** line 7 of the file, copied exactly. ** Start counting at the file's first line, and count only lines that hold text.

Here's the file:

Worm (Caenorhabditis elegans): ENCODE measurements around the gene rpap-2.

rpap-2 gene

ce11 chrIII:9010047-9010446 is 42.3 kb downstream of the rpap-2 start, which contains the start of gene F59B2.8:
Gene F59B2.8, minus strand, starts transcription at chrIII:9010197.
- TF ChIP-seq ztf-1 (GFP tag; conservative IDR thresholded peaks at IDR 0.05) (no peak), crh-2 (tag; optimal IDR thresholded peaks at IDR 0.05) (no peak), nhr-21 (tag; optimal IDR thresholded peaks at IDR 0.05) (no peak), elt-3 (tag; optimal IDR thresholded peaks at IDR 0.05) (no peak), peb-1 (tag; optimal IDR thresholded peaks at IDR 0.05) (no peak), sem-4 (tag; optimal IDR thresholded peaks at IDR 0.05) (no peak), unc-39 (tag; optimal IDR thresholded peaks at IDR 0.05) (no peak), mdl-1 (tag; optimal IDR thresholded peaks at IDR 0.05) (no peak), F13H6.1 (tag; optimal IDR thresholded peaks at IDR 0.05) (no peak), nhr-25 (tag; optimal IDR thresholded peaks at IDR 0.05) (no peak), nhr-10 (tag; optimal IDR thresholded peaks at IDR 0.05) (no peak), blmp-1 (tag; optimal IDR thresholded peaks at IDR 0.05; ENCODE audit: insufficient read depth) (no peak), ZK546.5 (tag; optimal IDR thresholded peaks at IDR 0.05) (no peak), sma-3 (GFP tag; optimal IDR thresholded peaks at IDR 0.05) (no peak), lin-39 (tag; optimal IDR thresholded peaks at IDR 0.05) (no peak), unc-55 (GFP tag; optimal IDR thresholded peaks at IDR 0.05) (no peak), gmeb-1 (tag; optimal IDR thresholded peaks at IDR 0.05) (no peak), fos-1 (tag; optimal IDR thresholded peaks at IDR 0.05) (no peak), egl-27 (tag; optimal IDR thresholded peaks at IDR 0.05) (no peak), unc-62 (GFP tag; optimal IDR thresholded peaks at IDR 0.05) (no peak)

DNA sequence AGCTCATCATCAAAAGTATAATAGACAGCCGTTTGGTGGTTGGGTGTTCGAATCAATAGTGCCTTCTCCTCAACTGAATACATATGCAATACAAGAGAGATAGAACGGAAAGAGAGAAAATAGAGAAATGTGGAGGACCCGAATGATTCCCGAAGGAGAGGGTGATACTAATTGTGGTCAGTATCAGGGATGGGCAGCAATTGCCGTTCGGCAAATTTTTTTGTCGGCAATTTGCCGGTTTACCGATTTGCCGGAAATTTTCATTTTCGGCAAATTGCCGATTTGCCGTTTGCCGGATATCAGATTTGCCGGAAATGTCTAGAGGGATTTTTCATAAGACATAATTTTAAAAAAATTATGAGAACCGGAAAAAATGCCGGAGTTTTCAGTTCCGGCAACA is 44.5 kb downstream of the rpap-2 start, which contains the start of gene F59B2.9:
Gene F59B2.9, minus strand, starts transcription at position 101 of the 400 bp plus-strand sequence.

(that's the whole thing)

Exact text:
Gene F59B2.9, minus strand, starts transcription at position 101 of the 400 bp plus-strand sequence.